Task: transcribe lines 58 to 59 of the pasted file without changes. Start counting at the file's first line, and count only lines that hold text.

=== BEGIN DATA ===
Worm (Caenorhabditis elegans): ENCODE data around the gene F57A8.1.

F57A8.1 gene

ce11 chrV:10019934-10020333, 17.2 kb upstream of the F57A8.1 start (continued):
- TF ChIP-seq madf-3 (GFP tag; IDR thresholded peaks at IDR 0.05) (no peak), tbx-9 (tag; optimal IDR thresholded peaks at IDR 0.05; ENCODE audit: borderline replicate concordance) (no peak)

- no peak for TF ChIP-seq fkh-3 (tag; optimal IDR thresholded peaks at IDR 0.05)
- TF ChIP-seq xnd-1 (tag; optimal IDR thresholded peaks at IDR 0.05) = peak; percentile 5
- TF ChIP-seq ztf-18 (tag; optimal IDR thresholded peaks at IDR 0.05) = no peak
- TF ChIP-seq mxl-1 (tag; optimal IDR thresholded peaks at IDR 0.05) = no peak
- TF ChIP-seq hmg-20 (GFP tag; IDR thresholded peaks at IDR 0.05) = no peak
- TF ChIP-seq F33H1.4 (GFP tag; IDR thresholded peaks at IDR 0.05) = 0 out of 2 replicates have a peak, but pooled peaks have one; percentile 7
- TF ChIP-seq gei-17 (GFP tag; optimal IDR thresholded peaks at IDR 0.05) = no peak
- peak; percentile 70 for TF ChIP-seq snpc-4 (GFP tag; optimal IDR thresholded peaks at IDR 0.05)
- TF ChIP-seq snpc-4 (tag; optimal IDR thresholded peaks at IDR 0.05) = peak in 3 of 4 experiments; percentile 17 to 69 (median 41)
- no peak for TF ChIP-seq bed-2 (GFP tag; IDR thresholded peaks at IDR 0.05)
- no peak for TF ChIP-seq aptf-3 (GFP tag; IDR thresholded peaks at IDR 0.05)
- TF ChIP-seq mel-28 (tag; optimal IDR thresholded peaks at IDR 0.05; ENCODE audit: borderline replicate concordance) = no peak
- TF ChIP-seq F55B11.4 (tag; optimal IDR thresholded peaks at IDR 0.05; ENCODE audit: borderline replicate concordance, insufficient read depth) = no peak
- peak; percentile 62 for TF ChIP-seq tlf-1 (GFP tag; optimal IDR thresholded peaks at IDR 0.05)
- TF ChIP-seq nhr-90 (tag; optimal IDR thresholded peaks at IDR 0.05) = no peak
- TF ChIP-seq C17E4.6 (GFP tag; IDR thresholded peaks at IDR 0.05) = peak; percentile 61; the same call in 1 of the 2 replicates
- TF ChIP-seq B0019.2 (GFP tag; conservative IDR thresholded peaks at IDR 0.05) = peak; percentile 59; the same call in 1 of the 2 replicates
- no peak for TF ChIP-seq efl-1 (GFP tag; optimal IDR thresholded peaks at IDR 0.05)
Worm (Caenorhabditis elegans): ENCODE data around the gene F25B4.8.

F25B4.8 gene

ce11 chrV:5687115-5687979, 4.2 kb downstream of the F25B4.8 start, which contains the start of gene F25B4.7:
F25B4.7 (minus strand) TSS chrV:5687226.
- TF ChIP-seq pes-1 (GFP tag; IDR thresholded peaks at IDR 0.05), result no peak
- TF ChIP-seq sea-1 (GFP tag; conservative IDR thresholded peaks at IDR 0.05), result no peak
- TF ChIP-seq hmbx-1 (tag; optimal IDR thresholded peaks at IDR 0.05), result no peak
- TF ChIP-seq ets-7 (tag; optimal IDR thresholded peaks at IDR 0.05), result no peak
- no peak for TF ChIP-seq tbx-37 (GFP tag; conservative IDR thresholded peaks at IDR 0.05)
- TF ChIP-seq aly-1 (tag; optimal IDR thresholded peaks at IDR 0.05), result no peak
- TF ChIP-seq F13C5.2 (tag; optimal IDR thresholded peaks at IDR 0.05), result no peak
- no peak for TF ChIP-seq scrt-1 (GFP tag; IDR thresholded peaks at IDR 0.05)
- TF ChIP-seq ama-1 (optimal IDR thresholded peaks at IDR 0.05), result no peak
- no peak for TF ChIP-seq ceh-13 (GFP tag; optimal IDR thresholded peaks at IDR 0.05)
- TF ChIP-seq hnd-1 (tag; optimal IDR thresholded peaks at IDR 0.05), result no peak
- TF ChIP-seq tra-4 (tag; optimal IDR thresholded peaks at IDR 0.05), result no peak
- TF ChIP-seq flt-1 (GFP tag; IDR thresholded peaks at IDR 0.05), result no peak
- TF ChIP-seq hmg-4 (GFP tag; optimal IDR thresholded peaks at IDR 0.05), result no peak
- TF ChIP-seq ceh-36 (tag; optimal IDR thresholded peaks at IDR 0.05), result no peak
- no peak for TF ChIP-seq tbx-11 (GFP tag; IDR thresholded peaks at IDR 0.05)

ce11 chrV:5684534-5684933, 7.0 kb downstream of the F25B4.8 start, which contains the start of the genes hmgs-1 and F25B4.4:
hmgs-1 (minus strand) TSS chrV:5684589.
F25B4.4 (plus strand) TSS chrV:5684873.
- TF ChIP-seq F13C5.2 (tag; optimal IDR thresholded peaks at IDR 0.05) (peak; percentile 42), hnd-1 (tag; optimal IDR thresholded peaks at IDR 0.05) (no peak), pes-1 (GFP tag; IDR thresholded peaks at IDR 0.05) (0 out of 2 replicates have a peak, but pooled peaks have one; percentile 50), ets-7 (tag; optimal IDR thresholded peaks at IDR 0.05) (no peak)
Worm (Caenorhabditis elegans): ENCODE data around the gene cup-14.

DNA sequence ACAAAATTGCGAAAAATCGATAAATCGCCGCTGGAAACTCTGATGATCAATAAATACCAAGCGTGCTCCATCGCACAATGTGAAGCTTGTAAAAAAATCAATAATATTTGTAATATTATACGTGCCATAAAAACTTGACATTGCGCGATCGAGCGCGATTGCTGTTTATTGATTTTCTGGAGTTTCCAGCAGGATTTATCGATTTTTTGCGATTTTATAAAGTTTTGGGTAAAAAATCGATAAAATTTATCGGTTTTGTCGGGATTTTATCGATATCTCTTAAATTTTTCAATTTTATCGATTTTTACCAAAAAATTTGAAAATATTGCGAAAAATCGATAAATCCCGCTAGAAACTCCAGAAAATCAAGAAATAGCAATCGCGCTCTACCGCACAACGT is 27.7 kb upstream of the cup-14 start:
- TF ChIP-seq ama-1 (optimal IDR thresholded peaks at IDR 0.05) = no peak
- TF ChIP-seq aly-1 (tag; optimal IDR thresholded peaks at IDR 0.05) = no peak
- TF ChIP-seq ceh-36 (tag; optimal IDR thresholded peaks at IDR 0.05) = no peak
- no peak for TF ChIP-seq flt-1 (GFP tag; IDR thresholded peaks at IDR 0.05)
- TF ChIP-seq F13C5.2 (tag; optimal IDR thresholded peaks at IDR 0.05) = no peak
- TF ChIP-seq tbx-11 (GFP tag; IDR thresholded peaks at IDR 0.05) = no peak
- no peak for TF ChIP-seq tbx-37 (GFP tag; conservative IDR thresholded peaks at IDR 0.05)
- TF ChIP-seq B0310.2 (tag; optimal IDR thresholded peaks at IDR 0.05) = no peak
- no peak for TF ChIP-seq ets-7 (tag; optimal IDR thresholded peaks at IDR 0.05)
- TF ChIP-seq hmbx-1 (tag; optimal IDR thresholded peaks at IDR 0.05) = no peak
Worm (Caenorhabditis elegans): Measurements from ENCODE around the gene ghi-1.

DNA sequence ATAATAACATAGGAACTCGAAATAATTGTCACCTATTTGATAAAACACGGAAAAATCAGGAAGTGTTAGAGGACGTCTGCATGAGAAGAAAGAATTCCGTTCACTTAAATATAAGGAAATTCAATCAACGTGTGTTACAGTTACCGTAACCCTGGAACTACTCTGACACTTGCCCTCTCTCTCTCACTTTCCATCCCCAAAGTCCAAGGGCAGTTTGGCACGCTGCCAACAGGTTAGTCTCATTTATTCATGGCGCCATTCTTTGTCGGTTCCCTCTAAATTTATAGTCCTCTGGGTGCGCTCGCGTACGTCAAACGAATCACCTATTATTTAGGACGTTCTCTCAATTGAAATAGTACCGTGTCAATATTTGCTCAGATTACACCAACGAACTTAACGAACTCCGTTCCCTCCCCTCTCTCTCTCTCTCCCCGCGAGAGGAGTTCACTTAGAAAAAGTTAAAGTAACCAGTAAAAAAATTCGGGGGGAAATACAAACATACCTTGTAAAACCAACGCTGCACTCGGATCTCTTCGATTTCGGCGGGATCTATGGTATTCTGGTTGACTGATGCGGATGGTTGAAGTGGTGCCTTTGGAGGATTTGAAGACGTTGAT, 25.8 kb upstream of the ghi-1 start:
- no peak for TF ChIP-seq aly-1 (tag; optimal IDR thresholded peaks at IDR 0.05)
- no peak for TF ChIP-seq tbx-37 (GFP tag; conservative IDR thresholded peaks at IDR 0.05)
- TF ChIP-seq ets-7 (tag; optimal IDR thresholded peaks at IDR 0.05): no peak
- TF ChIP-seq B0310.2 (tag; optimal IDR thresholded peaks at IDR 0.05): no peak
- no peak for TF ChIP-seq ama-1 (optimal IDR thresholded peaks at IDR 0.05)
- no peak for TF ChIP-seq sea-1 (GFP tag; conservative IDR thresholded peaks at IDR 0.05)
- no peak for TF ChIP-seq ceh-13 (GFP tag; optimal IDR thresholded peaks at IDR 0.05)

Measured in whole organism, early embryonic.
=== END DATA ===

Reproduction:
- TF ChIP-seq hmbx-1 (tag; optimal IDR thresholded peaks at IDR 0.05) = no peak
Worm (Caenorhabditis elegans): Measurements from ENCODE around the gene ghi-1.